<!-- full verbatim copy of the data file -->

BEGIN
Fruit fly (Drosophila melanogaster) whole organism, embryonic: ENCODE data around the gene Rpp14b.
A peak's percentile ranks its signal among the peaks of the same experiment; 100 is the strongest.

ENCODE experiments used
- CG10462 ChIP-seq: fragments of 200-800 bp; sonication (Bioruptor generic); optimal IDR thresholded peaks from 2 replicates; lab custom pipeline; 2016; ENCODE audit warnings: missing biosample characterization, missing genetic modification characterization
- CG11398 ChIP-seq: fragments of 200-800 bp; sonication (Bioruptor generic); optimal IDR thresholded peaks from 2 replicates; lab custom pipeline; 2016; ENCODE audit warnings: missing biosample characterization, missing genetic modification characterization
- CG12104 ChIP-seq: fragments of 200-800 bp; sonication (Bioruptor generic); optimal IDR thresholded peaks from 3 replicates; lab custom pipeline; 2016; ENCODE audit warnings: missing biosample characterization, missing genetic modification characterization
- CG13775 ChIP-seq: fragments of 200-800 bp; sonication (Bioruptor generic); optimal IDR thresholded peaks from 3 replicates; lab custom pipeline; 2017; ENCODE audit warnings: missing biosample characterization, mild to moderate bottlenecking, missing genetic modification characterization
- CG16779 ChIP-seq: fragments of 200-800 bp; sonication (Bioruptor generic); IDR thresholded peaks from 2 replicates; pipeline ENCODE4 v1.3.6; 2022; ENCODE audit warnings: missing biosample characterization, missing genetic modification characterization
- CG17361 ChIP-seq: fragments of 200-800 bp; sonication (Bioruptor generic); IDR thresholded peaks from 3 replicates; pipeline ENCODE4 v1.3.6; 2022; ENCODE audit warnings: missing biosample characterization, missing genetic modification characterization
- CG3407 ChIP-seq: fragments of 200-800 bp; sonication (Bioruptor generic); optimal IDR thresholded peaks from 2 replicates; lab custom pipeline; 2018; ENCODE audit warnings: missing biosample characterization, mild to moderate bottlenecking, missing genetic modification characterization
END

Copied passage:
Fruit fly (Drosophila melanogaster) whole organism, embryonic: ENCODE data around the gene Rpp14b.
A peak's percentile ranks its signal among the peaks of the same experiment; 100 is the strongest.

ENCODE experiments used
- CG10462 ChIP-seq: fragments of 200-800 bp; sonication (Bioruptor generic); optimal IDR thresholded peaks from 2 replicates; lab custom pipeline; 2016; ENCODE audit warnings: missing biosample characterization, missing genetic modification characterization
- CG11398 ChIP-seq: fragments of 200-800 bp; sonication (Bioruptor generic); optimal IDR thresholded peaks from 2 replicates; lab custom pipeline; 2016; ENCODE audit warnings: missing biosample characterization, missing genetic modification characterization
- CG12104 ChIP-seq: fragments of 200-800 bp; sonication (Bioruptor generic); optimal IDR thresholded peaks from 3 replicates; lab custom pipeline; 2016; ENCODE audit warnings: missing biosample characterization, missing genetic modification characterization
- CG13775 ChIP-seq: fragments of 200-800 bp; sonication (Bioruptor generic); optimal IDR thresholded peaks from 3 replicates; lab custom pipeline; 2017; ENCODE audit warnings: missing biosample characterization, mild to moderate bottlenecking, missing genetic modification characterization
- CG16779 ChIP-seq: fragments of 200-800 bp; sonication (Bioruptor generic); IDR thresholded peaks from 2 replicates; pipeline ENCODE4 v1.3.6; 2022; ENCODE audit warnings: missing biosample characterization, missing genetic modification characterization
- CG17361 ChIP-seq: fragments of 200-800 bp; sonication (Bioruptor generic); IDR thresholded peaks from 3 replicates; pipeline ENCODE4 v1.3.6; 2022; ENCODE audit warnings: missing biosample characterization, missing genetic modification characterization
- CG3407 ChIP-seq: fragments of 200-800 bp; sonication (Bioruptor generic); optimal IDR thresholded peaks from 2 replicates; lab custom pipeline; 2018; ENCODE audit warnings: missing biosample characterization, mild to moderate bottlenecking, missing genetic modification characterization